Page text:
7. Drew says:

    The single most important issue for non-accident mortality is of course genes. I doubt that has changed much. So…….

    After that, it is inconceivable to me that the two clearly most important variables: smoking and trans fats – aren’t the biggest issues here.

    Which is why, Alex, I hope you keep those cigars to a minimum.

    There is a third, but I suspect second order issue: emergency care. People know to take an aspirin if they think they are having a heart attack or stroke, and the quick acting clot busting drugs now available are amazing.

    And then of course there are the wonderful developments in anti-cancer drugs, blood pressure drugs, stents, lipid lowering drugs.

    Which is of course why we should all vilify the evil drug companies like the left does………

    You didn’t think I could leave a post without taking a shot, did you???

  8. TangoMan says:

    Everyone here is making this more complicated than it needs be. All we need to do is apply the model that the left favors, here is Health “guru” Ezra Klein:

    In other words, the difference in life expectancies is about the economics of how we finance health care.

    Let me spell it out for everyone – This increase in lifespans is a direct result of how we finance health care. Some might see this conclusion as leftists being hung by their own petard. I kind of look at it as those who live by the sword dying by the sword.

    What I find troubling is the inclination to accept the leftist formulation of financing methods being responsible for non-desirous outcomes but having to look for non-financing factors to explain desirous factors. This double standard doesn’t work for me. If leftists want to see the world as a cartoon, then let’s play that game and declare the need for health care reform to be over because the way we finance health care is producing desirous results even in situations where countervailing forces (obesity) are at work.

  9. triumph says:

    The reason that our life expectancies are so good is because we have a health care system based on freedom–not socialism.

    One of Obama’s grand plans is to reverse that which is why he is proposing a Death Panel and by taking money directly out of patients bank accounts.

    This is Hitler 101.

    His push for death panels has come at the same time as the stimulus package which put loads of money towards rail cars.

    I think many of us know how rail cars were used by the Nazis.

    if people start complaining when our mortality age declines, expect Obama to farm out health care to the United Nations, to really reach the culmination of his final solution.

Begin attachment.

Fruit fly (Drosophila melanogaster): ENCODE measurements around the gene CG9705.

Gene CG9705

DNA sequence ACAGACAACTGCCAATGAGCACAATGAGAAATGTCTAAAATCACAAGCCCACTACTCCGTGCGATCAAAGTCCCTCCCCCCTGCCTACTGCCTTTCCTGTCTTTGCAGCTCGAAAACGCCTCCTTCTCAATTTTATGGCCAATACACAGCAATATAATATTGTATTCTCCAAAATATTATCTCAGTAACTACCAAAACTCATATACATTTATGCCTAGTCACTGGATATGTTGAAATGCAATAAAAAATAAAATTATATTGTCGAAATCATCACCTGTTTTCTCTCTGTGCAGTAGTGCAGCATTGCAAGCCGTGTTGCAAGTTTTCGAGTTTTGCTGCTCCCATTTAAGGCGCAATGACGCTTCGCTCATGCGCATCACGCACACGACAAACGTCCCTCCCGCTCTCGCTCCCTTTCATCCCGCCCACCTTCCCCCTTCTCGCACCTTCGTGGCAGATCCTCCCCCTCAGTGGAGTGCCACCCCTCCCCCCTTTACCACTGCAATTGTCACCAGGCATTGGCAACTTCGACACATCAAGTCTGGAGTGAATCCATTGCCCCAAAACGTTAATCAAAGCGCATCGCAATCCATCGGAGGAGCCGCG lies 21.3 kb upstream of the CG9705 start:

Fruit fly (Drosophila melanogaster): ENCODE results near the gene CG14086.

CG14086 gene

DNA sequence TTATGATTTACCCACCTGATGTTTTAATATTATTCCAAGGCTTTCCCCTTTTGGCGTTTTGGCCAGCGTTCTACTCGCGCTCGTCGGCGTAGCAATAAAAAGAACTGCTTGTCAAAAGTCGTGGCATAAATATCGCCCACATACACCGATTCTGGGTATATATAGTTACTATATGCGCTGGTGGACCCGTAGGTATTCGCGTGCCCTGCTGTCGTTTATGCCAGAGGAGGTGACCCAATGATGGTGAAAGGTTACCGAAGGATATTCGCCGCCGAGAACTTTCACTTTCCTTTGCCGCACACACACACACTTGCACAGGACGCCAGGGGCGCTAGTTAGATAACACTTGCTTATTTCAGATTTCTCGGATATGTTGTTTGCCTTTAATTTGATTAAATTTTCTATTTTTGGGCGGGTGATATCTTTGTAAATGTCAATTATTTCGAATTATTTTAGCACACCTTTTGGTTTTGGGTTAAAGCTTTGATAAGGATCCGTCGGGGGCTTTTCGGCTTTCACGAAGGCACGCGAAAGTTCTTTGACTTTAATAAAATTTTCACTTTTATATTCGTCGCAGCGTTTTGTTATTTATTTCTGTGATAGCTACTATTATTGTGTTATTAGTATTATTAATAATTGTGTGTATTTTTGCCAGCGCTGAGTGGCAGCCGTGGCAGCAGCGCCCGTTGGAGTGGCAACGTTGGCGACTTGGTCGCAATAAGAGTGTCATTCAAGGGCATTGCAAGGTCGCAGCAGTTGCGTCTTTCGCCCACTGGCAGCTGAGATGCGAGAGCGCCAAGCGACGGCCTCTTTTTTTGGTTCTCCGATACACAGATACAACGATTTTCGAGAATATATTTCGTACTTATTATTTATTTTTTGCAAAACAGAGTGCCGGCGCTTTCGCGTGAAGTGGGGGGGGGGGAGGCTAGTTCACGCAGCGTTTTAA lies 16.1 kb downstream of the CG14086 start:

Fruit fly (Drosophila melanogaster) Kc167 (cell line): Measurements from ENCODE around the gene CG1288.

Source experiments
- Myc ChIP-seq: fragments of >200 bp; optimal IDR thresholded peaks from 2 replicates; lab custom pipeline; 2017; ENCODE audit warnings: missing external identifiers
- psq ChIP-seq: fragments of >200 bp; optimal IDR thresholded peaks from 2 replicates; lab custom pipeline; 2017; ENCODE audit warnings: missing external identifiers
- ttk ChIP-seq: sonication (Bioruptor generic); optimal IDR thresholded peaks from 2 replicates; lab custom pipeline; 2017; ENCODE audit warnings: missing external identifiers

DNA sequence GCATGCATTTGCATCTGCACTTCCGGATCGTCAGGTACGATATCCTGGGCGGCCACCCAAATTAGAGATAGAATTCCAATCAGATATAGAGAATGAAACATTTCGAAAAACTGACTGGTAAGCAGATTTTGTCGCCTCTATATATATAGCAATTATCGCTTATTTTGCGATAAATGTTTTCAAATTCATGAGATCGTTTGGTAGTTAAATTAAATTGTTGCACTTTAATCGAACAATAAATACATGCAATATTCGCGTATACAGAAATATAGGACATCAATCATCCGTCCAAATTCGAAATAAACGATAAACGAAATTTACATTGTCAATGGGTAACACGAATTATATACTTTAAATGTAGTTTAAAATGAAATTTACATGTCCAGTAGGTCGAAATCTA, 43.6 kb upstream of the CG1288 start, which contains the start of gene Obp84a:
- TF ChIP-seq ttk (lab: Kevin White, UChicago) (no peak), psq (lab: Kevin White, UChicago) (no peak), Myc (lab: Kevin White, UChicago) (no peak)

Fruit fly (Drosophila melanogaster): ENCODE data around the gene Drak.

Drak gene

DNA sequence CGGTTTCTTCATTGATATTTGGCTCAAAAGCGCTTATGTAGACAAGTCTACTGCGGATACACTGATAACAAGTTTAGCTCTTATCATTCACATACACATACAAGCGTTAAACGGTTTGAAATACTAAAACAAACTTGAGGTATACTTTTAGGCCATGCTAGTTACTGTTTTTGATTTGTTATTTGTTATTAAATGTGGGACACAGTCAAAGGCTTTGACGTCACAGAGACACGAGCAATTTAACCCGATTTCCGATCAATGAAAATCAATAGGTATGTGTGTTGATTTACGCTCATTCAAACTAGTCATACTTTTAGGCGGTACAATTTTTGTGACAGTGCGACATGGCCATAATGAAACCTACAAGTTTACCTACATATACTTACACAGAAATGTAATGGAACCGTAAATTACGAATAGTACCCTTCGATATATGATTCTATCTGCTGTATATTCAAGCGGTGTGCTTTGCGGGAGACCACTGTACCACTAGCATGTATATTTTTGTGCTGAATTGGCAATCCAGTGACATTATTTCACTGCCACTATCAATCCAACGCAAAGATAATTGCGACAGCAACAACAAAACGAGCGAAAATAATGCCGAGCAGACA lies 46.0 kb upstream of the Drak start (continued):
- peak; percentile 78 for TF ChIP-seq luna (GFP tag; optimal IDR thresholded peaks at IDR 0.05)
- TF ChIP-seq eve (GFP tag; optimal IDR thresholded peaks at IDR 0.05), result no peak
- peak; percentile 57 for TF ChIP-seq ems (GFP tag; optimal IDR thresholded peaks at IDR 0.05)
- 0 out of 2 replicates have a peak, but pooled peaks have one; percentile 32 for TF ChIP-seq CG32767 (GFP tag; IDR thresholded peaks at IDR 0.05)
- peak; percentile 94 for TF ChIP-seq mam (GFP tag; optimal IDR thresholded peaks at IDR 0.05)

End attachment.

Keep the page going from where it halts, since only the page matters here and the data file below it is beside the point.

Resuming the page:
10. bystander says:

    There is less choking on mainline media bulls**t because we now have Fox News Network.

    Oh yeah!

  11. vech says:

    Vaccines have done wonders in preventing catastrophic epidemics.

  12. G.A.Phillips says:

    I think it’s the Cheeto’s.

  13. Eneils Bailey says:

    This past June I was perusing the supplement to our local weekly wiper(newspaper)that had photographs and a brief bio on all the local high school graduates. I was taken with the number of what appeared to be overweight to obese high school kids. I pulled out my yearbook, from the same high school but close to four decades earlier and was reminded that we only had a couple of overweight kids. I passed it off as the new life style, more fast food availability, no exercise or strenuous activity, and of course cable TV and Internet activities up the yang.

    Then I happened to remember my son’s graduating class class(2001) from a Catholic High School in Atlanta. Of the 212 graduates in his class, there was only a small handful of overweight graduates.(none were close to being obese) The parents were on campus, involved in the school every time the doors opened. As a whole, the parents instilled in these kids a sense of responsibility to themselves, their school, and their family. And this was evident in the way they presented themselves and pursued their education.

    What does this men? Beats the hell out of me.
    Is it the school’s or some other entity’s responsibility to keep the fat off the juveniles? Absolutely not, it is the parents responsibility. But then when parents have no self discipline or self respect, that is reflected in the kids.

  14. Eneils Bailey says:


  15. anjin-san says:

    I know I was very impressed with the care that my mother got after her recent cancer diagnosis. They caught it early (via screening) and it looks like she will be fine.

    My mother is pretty well off. It is worth noting that without good insurance, about half of her cash resources would have just vanished in 90 days. Pretty scary considering that she is 75 & most people in my family live into their 90s. How do folks without insurance make it? I have no idea.